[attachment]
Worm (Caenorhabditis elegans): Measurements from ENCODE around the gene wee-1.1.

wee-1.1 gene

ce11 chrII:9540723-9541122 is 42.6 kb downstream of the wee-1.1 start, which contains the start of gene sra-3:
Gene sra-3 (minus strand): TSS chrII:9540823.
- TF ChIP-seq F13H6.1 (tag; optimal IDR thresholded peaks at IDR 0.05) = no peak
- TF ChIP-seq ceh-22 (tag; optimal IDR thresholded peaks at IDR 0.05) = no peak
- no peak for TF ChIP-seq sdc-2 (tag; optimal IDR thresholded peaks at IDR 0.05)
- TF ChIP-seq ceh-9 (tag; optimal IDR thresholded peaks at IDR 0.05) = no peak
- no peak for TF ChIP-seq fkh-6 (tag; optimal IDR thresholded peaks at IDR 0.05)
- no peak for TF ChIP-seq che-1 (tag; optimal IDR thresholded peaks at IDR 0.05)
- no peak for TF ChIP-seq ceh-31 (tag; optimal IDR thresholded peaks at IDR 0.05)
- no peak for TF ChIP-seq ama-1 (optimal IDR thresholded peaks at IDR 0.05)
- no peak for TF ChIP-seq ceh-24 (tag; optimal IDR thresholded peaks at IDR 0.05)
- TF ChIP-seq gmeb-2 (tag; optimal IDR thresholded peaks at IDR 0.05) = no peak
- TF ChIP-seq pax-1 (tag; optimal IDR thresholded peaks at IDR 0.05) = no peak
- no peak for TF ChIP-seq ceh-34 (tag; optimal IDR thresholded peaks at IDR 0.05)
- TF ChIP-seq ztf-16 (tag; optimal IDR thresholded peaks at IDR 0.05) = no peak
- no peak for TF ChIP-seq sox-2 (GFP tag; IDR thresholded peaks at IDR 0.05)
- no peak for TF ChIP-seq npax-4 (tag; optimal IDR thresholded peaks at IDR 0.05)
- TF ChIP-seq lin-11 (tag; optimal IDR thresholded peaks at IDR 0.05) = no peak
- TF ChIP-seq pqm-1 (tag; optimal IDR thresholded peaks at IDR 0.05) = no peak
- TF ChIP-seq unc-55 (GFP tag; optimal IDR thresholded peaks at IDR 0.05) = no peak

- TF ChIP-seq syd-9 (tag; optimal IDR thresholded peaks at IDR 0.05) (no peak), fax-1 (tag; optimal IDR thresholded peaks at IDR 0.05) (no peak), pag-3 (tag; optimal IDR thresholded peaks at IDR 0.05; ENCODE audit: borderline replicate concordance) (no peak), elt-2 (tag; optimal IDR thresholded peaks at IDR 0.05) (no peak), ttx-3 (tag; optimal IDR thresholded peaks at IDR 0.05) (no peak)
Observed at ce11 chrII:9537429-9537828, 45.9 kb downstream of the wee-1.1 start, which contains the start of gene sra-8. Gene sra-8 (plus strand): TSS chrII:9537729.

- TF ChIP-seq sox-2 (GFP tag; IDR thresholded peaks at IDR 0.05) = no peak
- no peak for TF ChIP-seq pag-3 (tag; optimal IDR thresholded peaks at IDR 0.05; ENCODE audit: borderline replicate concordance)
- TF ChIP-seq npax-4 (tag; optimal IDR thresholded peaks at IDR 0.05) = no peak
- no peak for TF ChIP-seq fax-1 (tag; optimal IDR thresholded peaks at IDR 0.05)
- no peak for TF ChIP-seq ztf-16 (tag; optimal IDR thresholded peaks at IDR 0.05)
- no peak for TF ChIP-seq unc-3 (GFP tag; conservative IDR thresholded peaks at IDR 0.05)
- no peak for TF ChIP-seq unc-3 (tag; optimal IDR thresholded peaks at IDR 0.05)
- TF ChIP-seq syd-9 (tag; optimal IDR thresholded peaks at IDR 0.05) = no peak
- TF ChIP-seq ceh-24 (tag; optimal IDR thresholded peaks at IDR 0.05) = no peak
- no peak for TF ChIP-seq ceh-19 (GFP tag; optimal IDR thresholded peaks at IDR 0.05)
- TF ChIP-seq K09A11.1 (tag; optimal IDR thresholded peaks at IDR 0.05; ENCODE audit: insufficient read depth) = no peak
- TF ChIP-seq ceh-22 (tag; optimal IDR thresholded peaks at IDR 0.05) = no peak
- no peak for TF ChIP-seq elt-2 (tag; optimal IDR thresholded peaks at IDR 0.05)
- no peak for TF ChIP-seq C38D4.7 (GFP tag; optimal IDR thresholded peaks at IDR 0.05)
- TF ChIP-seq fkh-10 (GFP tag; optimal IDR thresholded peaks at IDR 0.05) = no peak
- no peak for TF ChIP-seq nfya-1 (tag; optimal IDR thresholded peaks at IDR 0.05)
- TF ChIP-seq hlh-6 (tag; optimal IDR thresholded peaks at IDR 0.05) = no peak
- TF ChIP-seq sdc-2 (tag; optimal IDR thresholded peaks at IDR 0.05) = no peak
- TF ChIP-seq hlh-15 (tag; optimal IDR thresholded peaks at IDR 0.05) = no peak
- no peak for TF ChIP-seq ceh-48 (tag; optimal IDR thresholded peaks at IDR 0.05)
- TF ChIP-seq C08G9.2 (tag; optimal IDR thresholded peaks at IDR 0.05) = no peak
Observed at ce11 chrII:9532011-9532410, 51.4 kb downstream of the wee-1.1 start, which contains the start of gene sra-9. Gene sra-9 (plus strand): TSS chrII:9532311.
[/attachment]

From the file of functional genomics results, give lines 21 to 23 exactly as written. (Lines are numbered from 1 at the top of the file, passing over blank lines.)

- TF ChIP-seq pqm-1 (tag; optimal IDR thresholded peaks at IDR 0.05) = no peak
- TF ChIP-seq unc-55 (GFP tag; optimal IDR thresholded peaks at IDR 0.05) = no peak

- TF ChIP-seq syd-9 (tag; optimal IDR thresholded peaks at IDR 0.05) (no peak), fax-1 (tag; optimal IDR thresholded peaks at IDR 0.05) (no peak), pag-3 (tag; optimal IDR thresholded peaks at IDR 0.05; ENCODE audit: borderline replicate concordance) (no peak), elt-2 (tag; optimal IDR thresholded peaks at IDR 0.05) (no peak), ttx-3 (tag; optimal IDR thresholded peaks at IDR 0.05) (no peak)